In conjunction with the Department of Marine Resources, Phippsburg resident Chris Sewall is holding a scoping session at the Phippsburg Town Hall next week to gauge public response to the proposed expansion of his oyster aquaculture business out of Small Point Harbor.
Sewall is the owner and operator of Hermit Island Oyster Company, and has been growing and harvesting the prized shellfish in the harbor for seven years. But per regulations of his Limited Purpose Aquaculture Licenses, he has a cap of 1,600 square feet to lay his oyster cages. An oyster harvester can possess up to four LPAs, each of which grant 400 square feet of ocean to place cages.
The LPAs have to be renewed each year, which Sewall said is a cumbersome process and has led him to seek a standard lease, which grants permanent access to up to 100 acres of ocean. Sewall is seeking a maximum of five acres to expand his business, which he said is taking off.
“I’ve gotten to the point where I’ve figured out what not to do,” said Sewall. “But my LPAs limit me and I need more space.”
As of now, Sewall said he is able to fit 10-12 cages per each LPA, with a total of around 45 cages. An expansion would allow him more cages and the ability to grow more large oysters. In his current situation, the cages spend the summer season on the surface of the water, where young oysters flourish in the sunlight. The cages are then sunk to the bottom during the winter, where the grown adult oysters find more nutrients. Sewall said a standard lease would allow him both surface and bottom cages during the warmer months.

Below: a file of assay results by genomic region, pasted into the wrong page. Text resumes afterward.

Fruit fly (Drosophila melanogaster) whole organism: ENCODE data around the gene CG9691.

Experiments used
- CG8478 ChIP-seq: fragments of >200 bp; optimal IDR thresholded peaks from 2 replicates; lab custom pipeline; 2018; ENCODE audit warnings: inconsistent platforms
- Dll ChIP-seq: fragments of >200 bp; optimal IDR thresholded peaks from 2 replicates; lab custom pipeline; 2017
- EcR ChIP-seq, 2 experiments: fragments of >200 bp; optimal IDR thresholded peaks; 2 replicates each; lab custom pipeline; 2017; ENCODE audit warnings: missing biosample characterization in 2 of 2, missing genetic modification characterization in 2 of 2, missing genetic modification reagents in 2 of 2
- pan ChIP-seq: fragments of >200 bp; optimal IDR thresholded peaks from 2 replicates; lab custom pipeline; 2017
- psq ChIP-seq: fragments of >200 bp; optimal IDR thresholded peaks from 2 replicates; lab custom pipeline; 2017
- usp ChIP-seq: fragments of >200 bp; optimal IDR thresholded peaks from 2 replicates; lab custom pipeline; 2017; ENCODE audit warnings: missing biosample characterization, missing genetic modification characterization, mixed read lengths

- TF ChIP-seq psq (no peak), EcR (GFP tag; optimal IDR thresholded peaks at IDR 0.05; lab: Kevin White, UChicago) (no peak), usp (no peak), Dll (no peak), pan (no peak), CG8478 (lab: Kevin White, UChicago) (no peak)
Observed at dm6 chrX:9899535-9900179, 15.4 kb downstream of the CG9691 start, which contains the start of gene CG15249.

“The idea is once my cages fill up I’ll start transferring larger oysters to the bottom,” Sewall said. “This will enable me to have more adult-sized oysters.”
Sewall said that the space he’s hoping to expand into would not impede boat traffic or moorings, and would not interfere with other fisheries such as lobstering. Sewall said that a lot of his cages would stretch into salt creeks and salt ponds that go unused. The oysters are fed by nutrients in the ocean currents and require no treatment.
“I’m hoping this won’t be controversial,” Sewall said. “This is a sustainable business which I think complements the harbor.”
Sewall said that anyone with waterfront property within 1,000 feet of his cages must be notified when applying for a standard lease, which led him to hold next week’s scoping session.
“Nobody has gone for a lease like this in Phippsburg, so I don’t know what to expect,” said Sewall.
Cindy Burke, a paralegal assistant for the Department of Marine Resources who is working with Sewall on his standard lease application, said that scoping sessions can often determine whether or not harvesters go through with their application.
“If certain concerns are voiced, sometimes that deters people from applying,” said Burke. “You never have an exact idea of how people are going to react, but I don’t believe there will be any problems in Phippsburg. I am anticipating a positive meeting.”
Burke said that once someone applies for an application it can take up to 18 months to be processed by the DMR.
“We have quite a few processing right now,” said Burke. “There seems to be quite an interest in aquaculture. I think people are realizing more and more that they have to think differently on how they are using the waters around us to help sustain their living.”
Chris Sewall’s aquaculture scoping session will be held on Thursday, March 23 at 6 p.m. at the Phippsburg Town Hall.